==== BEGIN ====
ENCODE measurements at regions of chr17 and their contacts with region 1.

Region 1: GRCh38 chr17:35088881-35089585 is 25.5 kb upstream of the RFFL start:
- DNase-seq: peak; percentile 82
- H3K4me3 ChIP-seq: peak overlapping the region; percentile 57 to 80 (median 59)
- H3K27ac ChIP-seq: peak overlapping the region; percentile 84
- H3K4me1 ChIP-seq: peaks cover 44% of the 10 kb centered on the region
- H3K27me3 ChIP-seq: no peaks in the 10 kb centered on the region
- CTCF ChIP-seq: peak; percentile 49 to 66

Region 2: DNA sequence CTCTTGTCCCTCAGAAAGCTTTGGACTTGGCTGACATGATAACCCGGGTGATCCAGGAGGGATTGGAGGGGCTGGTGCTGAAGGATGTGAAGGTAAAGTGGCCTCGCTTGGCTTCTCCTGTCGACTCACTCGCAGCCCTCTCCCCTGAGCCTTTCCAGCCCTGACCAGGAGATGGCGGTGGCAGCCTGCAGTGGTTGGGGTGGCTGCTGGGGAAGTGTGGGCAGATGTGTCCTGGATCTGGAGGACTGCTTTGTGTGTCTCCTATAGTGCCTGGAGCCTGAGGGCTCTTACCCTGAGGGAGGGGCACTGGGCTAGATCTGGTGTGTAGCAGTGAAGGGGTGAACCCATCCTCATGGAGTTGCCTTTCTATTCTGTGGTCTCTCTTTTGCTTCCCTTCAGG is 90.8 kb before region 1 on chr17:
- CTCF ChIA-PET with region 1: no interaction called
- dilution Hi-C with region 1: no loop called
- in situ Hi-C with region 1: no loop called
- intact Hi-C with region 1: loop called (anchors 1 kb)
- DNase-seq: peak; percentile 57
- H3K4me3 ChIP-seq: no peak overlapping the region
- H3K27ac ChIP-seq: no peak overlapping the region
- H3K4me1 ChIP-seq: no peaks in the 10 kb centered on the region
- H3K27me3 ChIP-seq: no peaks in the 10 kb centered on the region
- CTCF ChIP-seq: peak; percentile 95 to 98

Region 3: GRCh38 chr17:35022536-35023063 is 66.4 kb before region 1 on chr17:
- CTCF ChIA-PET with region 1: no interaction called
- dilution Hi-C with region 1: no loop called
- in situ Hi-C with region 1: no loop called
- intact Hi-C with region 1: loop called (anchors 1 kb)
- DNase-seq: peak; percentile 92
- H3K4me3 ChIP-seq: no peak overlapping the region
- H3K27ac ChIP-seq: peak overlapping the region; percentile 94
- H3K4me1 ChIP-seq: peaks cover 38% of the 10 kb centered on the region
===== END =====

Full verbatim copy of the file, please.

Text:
ENCODE measurements at regions of chr17 and their contacts with region 1.

Region 1: GRCh38 chr17:35088881-35089585 is 25.5 kb upstream of the RFFL start:
- DNase-seq: peak; percentile 82
- H3K4me3 ChIP-seq: peak overlapping the region; percentile 57 to 80 (median 59)
- H3K27ac ChIP-seq: peak overlapping the region; percentile 84
- H3K4me1 ChIP-seq: peaks cover 44% of the 10 kb centered on the region
- H3K27me3 ChIP-seq: no peaks in the 10 kb centered on the region
- CTCF ChIP-seq: peak; percentile 49 to 66

Region 2: DNA sequence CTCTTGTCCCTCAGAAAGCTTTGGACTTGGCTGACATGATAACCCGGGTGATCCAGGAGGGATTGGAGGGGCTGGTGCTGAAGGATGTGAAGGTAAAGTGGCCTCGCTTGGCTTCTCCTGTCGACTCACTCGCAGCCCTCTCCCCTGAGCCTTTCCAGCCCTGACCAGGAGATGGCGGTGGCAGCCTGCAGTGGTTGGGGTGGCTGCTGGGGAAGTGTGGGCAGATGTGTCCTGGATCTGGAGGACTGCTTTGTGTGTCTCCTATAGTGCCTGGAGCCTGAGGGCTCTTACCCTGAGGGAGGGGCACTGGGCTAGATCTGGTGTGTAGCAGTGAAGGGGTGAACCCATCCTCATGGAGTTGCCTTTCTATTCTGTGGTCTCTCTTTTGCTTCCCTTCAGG is 90.8 kb before region 1 on chr17:
- CTCF ChIA-PET with region 1: no interaction called
- dilution Hi-C with region 1: no loop called
- in situ Hi-C with region 1: no loop called
- intact Hi-C with region 1: loop called (anchors 1 kb)
- DNase-seq: peak; percentile 57
- H3K4me3 ChIP-seq: no peak overlapping the region
- H3K27ac ChIP-seq: no peak overlapping the region
- H3K4me1 ChIP-seq: no peaks in the 10 kb centered on the region
- H3K27me3 ChIP-seq: no peaks in the 10 kb centered on the region
- CTCF ChIP-seq: peak; percentile 95 to 98

Region 3: GRCh38 chr17:35022536-35023063 is 66.4 kb before region 1 on chr17:
- CTCF ChIA-PET with region 1: no interaction called
- dilution Hi-C with region 1: no loop called
- in situ Hi-C with region 1: no loop called
- intact Hi-C with region 1: loop called (anchors 1 kb)
- DNase-seq: peak; percentile 92
- H3K4me3 ChIP-seq: no peak overlapping the region
- H3K27ac ChIP-seq: peak overlapping the region; percentile 94
- H3K4me1 ChIP-seq: peaks cover 38% of the 10 kb centered on the region